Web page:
Every trip you make on a highway is subsidized — to pay for construction initially and later for maintenance. Each trip through the central artery by a car is far more costly than the subsidy provided for bus, trolley and subway riders.
Most public transit trips are subsidized. Some heavily used bus routes and express routes pay for themselves, but all modes are subsidized. The most expensive subsidies are for commuter rail trips followed by heavy rail (Red, Orange, Blue Line) then Green Line and BRT and with buses requiring the lowest subsidy per trip.
Optimist that I am, when the Green Line opens it is estimated that at least 14,000 people will ride the Green Line extensions through Somerville & Medford. There will be a much smaller number of people riding commuter rail from Scituate — so the per person costs for the Green Line will be lower than the commuter rail costs, but the larger number of riders will increase the cost of the service.
Re-extending the green line here was a legal commitment too, until they ignored it for years.
I get that the supporters have to wack the Adm. in order to fight for the project, but Holy Cow Batman were beyond broke has anyone been reading the papers since the bridge collapse.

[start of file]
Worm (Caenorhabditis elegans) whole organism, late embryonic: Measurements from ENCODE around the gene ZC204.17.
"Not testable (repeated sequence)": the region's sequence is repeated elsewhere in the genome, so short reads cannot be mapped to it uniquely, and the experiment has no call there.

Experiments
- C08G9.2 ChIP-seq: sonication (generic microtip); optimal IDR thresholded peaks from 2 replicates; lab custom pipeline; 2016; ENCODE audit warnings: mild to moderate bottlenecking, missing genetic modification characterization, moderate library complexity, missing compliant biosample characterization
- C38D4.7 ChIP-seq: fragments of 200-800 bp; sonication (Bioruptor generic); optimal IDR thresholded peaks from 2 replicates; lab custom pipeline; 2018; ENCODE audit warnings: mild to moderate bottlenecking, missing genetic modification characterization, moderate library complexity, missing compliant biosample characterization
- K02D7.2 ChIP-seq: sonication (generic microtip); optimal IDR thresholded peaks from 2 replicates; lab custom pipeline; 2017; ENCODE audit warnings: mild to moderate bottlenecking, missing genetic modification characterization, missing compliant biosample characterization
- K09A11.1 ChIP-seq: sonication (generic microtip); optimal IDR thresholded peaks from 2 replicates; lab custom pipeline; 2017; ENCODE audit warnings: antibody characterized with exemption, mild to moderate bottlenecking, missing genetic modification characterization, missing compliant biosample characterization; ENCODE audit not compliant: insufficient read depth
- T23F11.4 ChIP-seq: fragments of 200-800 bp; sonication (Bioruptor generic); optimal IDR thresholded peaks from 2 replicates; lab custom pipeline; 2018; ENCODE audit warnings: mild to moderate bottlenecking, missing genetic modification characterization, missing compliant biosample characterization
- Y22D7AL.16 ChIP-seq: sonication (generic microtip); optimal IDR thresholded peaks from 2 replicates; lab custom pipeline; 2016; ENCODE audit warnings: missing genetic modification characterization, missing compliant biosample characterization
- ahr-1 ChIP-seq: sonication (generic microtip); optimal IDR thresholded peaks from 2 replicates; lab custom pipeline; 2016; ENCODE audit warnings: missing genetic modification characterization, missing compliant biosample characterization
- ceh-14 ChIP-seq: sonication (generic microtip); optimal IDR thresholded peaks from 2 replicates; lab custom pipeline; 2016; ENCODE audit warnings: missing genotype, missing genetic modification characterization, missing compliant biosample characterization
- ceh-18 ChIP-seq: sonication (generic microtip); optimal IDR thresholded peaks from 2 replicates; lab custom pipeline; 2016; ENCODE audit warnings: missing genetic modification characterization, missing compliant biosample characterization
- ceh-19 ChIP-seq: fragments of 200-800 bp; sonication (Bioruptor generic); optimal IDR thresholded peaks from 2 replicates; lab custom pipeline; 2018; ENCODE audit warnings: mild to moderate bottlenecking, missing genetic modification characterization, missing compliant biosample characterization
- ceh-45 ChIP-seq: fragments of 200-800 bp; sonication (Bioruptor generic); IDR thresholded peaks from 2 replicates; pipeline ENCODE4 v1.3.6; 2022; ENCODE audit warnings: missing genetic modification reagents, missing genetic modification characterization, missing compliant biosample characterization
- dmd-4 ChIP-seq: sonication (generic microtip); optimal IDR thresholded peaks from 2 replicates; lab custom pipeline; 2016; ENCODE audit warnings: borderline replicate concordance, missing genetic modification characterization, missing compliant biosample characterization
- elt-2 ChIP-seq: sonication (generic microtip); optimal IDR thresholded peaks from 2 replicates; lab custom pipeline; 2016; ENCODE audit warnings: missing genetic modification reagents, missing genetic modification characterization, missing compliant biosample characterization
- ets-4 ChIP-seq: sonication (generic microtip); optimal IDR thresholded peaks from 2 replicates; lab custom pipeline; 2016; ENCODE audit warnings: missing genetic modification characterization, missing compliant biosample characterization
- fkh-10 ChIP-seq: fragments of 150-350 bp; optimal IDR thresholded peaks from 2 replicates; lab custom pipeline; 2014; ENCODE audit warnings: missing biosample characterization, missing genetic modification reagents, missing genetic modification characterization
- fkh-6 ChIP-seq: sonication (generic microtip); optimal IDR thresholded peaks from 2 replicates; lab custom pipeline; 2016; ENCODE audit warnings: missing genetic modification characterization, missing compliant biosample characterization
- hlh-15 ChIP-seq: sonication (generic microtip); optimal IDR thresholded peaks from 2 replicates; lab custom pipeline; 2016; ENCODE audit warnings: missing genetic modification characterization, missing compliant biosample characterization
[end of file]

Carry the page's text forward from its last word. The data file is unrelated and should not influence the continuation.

We have known that the system was falling apart before the accident but it is criminal to ignore the realities after it and after reading the Globe this morning about the condition of the T’s Bridges.
…just to let you know, the MVV, the public entity that runs the Munich public transportation system, seems to have been expanding the S-Bahn service (for the German speakers, that means Schnell-Bahn, for the rest of you, consider it somewhoat similar to the commuter rail, but every 20 minutes from 5AM to 1AM the next day).
AND they are digging an extra S-Bahn tunnel through central Munich because the first one (actually two, in opposite directions) is overloaded.
Public transport by the MBTA is a joke.
the Armenian genocide? The MBTA has not. Perhaps their close ties to Dunkin Donuts, which has also not recognized the Armenian genocide, is playing politics here.
If the Green Line extends to High Street in West Medford, I am for the extension. If it stops east of the Mystic River, I am against the extension.
because bringing the Green Line 80% of the way to West Medford Square makes it far cheaper and easier to go that last mile. And actually having a station nearby that is not like Alewife or Wellington may well assuage the fears of those who worry about it coming into that neighborhood. The discussions I’ve heard have frequently confused those park-and-ride, heavy rail stations with the much lower capacity Green Line plan, with no added parking.